When untouched by man, sharks live long lives. IBM Corp. is aiming to make the same thing true of its Shark Enterprise Storage Server.
IBM is expected to announce Tuesday the details of the self-managing and self-healing technology it will incorporate into the high-end storage system. The details of the enhancements are undisclosed but are part of Big Blue's company-wide autonomic computing initiative. IBM recently announced plans for a series of products and offerings coordinated by its newly formed autonomic computing unit.
"We are leveraging technology from the eLiza project, IBM Research, and innovative technologies from the various product organizations in IBM," said Bill Hillsberg, director of software strategy and technology for IBM's storage systems group.
IBM says that its autonomic computing technology can automatically adapt to new components or changes in the IT environment, detect intruders as they attack, detect improper operations and initiate corrective actions before they occur, and tailor resource allocation and utilization to meet user needs of the moment.
"Self-healing concepts are not confined to any one company at this point. Almost every one of the storage vendors is there and improving on it," said Arun Taneja, senior analyst for the Enterprise Storage Group Inc., based in Milford, Mass.
Taneja said that utility storage companies like startup Zambeel Inc. and 3PARdata Inc., both headquartered in Fremont, Calif., have to maintain "always-on" status, which, he said, can't be achieved without built-in, self-healing concepts.
But Taneja cautioned that self-healing technology can only go so far in a storage network because a broken piece of hardware can be detected -- but not revived -- by software.
"The key to self-healing is to detect the symptoms of an impending failure and initiate corrective actions before they occur, without disrupting system applications or business processes," IBM's Hillsberg said. "Some self-healing technologies such as RAID can mitigate actual hard drive failures."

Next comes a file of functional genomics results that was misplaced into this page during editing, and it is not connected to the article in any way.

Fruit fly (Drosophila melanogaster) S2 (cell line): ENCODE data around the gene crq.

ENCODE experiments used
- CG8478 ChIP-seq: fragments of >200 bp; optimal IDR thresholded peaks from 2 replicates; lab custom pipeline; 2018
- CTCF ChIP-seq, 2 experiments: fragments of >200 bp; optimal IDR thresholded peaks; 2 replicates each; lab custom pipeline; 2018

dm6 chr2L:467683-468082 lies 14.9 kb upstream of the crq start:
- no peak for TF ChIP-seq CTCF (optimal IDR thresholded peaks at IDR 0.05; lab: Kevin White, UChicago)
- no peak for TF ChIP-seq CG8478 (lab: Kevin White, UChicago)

Autonomic technology is nothing new in the storage world. The whole point of RAID (redundant array of independent disks) is to provide self-healing capabilities when a hard drive fails so that data is not lost.
Last July, IBM announced two new versions of its Enterprise Storage Server, code-named Shark, both of which dipped into the eLiza technology. IBM also packed the self-managing software into its line of network-attached storage (NAS) products.
Shark already features the self-healing technology embedded in the latest version of IBM Director Agent 3.1, which can predict when problems might occur and has the ability to automatically call another computer for help and even order necessary parts.
Other autonomic technology in Shark detects the symptoms of an impending failure and reconfigures the system before the failure actually occurs, ensuring that no data will be lost. From a self-optimizing perspective, Shark has adaptive algorithms that optimize performance, depending on the current workload, IBM said. Shark now provides self-configuring capabilities, including the ability to provide capacity on demand and to protect data by providing intelligence that ensures one application cannot read another's data. Shark also has the capability for automatic software upgrades
IBM has recently refreshed its entire disk, tape and storage networking products with autonomic features such as configuration-on-the-fly and "phone home" alerts that optimize performance and safeguard data.
Autonomic capabilities have also trickled down to IBM's Tivoli Software arm. IBM announced 26 offerings with new autonomic capabilities to its systems management portfolio, including new identity and storage resource management software.
The company said its autonomic computing unit will be responsible for working with the company's product development teams, IBM Global Services and IBM Research to bring autonomic technologies and products to the marketplace as quickly as possible.
The new enhancements to Shark will be announced next Tuesday, IBM said.
Let us know what you think about the story; e-mail Kevin Komiega, News Writer
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